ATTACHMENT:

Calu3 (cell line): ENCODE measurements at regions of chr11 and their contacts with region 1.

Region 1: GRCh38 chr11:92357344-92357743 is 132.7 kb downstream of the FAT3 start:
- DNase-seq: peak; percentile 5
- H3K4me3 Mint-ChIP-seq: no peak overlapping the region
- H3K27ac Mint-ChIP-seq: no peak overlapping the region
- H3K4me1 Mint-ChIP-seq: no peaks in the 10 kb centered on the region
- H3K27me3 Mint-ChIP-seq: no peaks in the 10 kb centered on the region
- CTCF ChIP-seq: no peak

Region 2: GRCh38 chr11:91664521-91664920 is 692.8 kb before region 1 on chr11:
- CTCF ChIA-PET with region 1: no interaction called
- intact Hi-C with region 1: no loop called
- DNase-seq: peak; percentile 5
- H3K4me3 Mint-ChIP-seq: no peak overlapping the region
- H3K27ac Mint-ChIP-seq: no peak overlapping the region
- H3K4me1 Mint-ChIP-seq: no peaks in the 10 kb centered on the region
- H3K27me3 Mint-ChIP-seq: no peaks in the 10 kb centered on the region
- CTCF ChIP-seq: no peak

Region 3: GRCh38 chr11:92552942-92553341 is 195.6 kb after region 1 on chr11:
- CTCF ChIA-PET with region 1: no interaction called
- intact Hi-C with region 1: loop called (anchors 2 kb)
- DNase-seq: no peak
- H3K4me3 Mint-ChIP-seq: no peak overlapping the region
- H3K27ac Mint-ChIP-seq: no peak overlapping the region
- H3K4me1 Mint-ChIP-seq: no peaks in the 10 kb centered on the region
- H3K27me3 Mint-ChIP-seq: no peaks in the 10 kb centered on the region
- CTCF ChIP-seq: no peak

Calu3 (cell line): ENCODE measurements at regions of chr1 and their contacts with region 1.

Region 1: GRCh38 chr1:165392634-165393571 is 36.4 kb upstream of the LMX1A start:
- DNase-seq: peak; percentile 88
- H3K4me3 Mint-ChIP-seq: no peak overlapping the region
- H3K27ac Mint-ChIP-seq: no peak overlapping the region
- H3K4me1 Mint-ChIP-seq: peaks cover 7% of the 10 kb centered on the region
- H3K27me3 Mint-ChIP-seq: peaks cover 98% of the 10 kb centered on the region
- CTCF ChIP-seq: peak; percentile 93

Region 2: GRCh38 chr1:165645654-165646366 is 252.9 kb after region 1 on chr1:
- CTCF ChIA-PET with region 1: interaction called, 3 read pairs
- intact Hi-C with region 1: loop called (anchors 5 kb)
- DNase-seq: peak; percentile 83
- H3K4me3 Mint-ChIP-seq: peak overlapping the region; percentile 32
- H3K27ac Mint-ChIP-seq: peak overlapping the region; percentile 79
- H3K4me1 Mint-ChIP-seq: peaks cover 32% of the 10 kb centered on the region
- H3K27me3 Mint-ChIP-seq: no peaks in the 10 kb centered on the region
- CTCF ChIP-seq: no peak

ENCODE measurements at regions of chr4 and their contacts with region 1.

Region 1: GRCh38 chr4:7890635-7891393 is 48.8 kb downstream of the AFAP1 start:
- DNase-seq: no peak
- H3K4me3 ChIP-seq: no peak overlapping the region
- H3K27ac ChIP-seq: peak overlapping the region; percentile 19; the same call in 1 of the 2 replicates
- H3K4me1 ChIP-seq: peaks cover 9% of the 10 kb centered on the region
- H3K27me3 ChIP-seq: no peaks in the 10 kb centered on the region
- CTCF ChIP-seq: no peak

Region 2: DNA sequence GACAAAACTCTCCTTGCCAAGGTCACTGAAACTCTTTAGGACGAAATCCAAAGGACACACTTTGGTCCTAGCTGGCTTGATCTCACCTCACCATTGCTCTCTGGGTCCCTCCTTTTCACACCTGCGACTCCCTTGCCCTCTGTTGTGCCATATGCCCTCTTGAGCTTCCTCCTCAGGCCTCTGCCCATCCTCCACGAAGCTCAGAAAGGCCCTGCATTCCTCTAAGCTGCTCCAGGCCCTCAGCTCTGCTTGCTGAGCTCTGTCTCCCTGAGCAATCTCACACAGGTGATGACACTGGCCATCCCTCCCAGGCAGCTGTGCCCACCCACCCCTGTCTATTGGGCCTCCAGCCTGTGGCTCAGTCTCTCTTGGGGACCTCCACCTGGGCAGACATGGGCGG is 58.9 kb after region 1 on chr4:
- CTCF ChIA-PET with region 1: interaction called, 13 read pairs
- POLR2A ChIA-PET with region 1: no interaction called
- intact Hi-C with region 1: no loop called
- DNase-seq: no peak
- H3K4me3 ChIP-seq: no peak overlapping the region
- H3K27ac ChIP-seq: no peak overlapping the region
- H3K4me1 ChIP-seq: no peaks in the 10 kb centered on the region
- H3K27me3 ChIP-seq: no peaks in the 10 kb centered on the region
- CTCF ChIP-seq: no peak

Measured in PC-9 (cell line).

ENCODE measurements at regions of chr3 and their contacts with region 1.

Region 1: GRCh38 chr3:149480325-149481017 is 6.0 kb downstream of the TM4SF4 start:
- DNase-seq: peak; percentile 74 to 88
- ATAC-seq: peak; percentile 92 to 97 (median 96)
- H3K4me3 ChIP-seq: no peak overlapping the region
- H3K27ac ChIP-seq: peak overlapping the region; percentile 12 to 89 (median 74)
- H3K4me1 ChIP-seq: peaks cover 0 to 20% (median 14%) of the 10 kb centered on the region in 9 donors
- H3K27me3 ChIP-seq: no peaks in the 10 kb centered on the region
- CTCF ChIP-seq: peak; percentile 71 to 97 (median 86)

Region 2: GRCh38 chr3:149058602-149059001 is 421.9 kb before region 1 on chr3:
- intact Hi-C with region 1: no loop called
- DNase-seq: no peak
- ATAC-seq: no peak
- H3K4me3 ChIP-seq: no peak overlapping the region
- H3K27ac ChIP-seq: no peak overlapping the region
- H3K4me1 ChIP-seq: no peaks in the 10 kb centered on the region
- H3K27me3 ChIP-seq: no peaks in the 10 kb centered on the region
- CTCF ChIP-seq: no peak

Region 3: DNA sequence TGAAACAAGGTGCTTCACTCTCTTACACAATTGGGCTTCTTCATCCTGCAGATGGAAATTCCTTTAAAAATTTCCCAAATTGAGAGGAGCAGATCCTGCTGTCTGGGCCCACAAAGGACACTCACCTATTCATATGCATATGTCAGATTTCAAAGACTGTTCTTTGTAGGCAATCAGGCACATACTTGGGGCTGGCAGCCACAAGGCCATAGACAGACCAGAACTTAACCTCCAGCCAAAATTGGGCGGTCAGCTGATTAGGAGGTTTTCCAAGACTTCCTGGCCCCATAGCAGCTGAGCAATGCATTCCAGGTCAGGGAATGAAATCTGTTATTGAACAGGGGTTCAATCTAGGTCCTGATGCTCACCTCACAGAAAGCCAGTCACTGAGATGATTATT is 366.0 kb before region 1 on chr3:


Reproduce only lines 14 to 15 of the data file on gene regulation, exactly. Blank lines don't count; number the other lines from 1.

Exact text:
- H3K27ac Mint-ChIP-seq: no peak overlapping the region
- H3K4me1 Mint-ChIP-seq: no peaks in the 10 kb centered on the region